Tuesday Nov. 30, 2021

Nov. 25, 2021

11 novembre 2021

Upcoming events

ORLEANS FARMERS MARKET from 11 a.m. to 4 p.m. in the parking lot at the Ray Friel Recreation Centre, 1585 Tenth Line Rd. Market staff have been working closely with public health officials to create protocols to help make our markets the safest source of fresh, local food possible while we strive to reduce the spread of COVID-19 in Ottawa.

CUMBERLAND FARMERS MARKET from 9 a.m. to 1 p.m. at the R.J. Kennedy Arena in Cumberland Village. Over 45 local producers and artisans. All products at the market are locally grown or made.

THE ORIGINAL NAVAN MARKET from 10 a.m. to 3 p.m. in the Navan Fairgrounds. Over 100 vendors.


Tales of a 'bogman' during the Second World War
Fred Sherwin
Nov. 12, 2021

Syd Davie is a former Orléans resident who passed away in 2020 at the age of 95.
He was the last of a group of comrades who served together in the Irish Guard during the Second World War. He saw action in the raid on Dieppe, the Normandy invasion and Operation Market Garden.

He was also a member of an elite commando unit known as the Bogmen. Each member was hand-picked from the various Guard units. Their job was to divert, or “bog down” the enemy’s attention from the main action.

As a Bogman, Syd would also go on recon missions to locate enemy positions and occasionally offer some level of “harrassment”.

This is the story of one such operation in his own words, taking from a collection
of firsthand stories he wrote before he passed.

“Peering from the bush on the inside of the bend, I find there are three enemy tanks, closed up and firing at British tanks to the west. As the tanks were still closed up tight and had no ground troops with them we decided that we could take at least one of them out.

Now at this point in the story I have to go back a few weeks. Some time after we had arrived in Normandy my troop received a shipment of 50 “Sticky Bombs”.

A “Sticky Bomb” was a device that was designed to be slapped on the outside of an armoured vehicle, it looked like an overgrown toffee apple; imagine a glass ball about 6 to 8 inches in diameter, with a six-inch long handle. The ball was covered in some sort of strongly adhesive goo (commonly referred to as bird shit) and the glass ball contained nitroglycerin.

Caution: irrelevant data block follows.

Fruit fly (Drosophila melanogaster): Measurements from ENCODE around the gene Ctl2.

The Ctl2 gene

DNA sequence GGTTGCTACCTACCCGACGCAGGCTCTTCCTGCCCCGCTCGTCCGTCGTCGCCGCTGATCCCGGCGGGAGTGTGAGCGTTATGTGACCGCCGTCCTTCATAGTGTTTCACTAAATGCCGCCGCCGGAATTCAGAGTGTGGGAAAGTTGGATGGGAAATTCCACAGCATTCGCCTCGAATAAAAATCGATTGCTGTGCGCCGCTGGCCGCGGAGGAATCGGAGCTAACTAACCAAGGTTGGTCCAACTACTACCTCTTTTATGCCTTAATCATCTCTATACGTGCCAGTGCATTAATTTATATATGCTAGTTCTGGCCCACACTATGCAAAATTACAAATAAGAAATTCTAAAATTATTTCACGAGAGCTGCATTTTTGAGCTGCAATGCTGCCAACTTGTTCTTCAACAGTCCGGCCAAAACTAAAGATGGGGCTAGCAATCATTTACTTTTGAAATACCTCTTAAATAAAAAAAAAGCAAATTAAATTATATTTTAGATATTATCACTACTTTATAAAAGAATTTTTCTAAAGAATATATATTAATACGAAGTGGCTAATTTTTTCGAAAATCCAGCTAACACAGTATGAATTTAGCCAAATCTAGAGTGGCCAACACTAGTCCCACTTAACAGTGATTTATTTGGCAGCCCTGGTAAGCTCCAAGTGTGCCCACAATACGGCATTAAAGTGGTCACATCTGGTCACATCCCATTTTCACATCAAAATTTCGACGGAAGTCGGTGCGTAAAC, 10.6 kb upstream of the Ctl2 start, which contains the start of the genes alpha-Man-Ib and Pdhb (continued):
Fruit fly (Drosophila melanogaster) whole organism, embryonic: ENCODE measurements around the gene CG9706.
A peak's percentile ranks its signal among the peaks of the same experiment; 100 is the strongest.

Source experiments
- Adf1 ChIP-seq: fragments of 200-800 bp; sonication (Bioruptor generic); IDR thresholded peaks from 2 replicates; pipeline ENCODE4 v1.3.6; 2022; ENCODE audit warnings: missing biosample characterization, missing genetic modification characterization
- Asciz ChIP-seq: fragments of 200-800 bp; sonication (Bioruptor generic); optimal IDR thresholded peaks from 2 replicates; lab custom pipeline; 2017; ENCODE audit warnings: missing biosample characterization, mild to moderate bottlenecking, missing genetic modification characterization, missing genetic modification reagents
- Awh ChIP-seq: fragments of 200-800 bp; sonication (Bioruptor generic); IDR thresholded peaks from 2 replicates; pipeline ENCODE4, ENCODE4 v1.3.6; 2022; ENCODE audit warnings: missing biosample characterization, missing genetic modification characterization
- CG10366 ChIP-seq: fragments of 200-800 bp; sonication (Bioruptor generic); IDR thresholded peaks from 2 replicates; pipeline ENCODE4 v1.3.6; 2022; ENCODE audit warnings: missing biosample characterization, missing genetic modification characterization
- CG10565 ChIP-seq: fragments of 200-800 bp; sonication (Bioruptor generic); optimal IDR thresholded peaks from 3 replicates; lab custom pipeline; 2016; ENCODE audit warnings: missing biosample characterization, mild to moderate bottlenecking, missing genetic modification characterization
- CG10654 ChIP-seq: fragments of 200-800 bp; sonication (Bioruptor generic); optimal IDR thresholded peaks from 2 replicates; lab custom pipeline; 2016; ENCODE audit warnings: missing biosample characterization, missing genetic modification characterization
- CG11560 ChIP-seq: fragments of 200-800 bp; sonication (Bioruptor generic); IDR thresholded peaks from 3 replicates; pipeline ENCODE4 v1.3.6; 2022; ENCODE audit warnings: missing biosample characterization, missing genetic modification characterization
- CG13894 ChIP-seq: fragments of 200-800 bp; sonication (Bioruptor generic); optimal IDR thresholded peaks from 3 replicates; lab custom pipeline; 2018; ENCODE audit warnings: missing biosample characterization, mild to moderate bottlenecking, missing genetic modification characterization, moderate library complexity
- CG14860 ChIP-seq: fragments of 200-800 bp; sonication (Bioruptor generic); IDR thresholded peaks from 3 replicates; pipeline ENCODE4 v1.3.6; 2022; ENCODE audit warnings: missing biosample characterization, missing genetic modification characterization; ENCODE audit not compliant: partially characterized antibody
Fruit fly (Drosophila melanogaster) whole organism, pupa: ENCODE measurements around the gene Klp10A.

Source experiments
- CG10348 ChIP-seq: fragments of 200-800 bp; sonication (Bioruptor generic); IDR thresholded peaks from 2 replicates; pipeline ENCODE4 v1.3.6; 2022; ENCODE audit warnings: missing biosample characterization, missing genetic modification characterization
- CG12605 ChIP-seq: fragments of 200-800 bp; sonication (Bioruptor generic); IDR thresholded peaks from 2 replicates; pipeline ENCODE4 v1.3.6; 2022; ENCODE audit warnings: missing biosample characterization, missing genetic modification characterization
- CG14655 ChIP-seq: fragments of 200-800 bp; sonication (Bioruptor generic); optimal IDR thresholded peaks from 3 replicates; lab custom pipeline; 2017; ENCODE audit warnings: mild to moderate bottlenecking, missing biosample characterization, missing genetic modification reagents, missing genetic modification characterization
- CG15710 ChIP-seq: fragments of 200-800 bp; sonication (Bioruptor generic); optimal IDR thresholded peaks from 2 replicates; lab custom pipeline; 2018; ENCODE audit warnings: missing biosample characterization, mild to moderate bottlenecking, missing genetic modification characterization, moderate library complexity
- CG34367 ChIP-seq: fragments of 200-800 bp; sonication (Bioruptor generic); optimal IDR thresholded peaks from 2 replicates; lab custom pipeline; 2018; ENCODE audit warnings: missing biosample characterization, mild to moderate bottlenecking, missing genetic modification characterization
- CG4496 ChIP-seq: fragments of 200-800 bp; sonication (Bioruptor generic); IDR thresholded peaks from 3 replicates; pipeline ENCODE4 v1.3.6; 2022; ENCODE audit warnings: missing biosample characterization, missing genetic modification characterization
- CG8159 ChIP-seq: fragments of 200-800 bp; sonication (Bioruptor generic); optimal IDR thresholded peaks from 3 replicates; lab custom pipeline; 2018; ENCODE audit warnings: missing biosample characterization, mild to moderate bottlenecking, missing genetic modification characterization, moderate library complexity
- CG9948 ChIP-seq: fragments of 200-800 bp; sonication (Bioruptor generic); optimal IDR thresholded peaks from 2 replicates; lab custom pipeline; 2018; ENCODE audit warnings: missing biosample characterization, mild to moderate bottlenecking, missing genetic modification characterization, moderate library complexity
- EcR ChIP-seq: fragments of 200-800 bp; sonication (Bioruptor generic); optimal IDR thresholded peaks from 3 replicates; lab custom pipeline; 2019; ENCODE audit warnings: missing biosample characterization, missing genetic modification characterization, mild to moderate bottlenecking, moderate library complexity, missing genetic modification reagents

I suppose this was the forerunner of modern plastic explosives; in active use, the ball was protected by a metal sphere connected to the handle, this metal case was to be discarded immediately before slapping the weapon on the target. I had used them many times in practice on demolition courses but I have still never heard of their use in combat situations.

As we were recon and not attack and had never requested these armaments I sent them back (I was also very unimpressed with them due to safety reasons) however, before returning them I removed two units and stowed them in one of the rear boxes on my car, “just in case”.

Now, we thought, this is the case, this is the time to use what we have and to this end we removed the two bombs from their storage.

I gave Charlie a 15-second lesson in its use and while he waited at the bend gingerly holding his toffee apple, I advanced on the nearest tank.

All three were still closed up! I reached up, slapped the sticky bomb on where I thought was an effective place to get interior shrapnel and walked to the rear of the tank. Five seconds went by and no bang.

Now I expected the top hatch to open and a head stick out to see what was going on, but no, nothing happened. There was no reaction.

I was about to turn away and hotfoot it back to the bend when the hatch on the adjacent tank started to open. I froze – then I positioned myself to look as if I was having a pee – a head appeared, looked over at the turret of my target, then at me. Luckily he could not see my nether regions because the hand that should have been holding my tap had my Luger in it.

I should also mention that our camouflaged fatigues looked very similar so that you could not tell with a glance whose fatigues were whose.

I nodded my head at the crewman and grinned. He gave a slight wave in response and disappeared. Before he had the hatch closed, I was hotfooting it back to Charlie who said “God, when his hand came out I nearly let him have it!” Then he asked, “Do we try again?”

“No thanks!” was my response. “One misfire is enough for me. Here give me that,” and I threw the other sticky bomb I had given him over the hedge and five seconds later we were bombarded with an explosion and numerous screams and shouting.

Peeping cautiously through the hedgerow, we were surprised with the sight of a German field kitchen and what looked like a company of infantry in total disarray.
Our next decision was not discussed, but it was unanimous and unspoken – we were quickly in the car and driving south past the three tanks who obviously had eyes only for what was before them... Oh! Why didn’t we have three stickies that worked?



Live music returns to Shenkman Arts Centre

Cumbrae Dance School takes year-end recital program outdoors

Ballet Jörgen’s Nutcracker production goes virtual

Olympic gold medalist drops by Millennium Park

Gloucester Hornets U16 squad wins Ontario Cup

Orléans speed skating pair win double gold in Dutch bubble

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Doug Feltmate:COVID-19 pandemic the final straw for troubled industry

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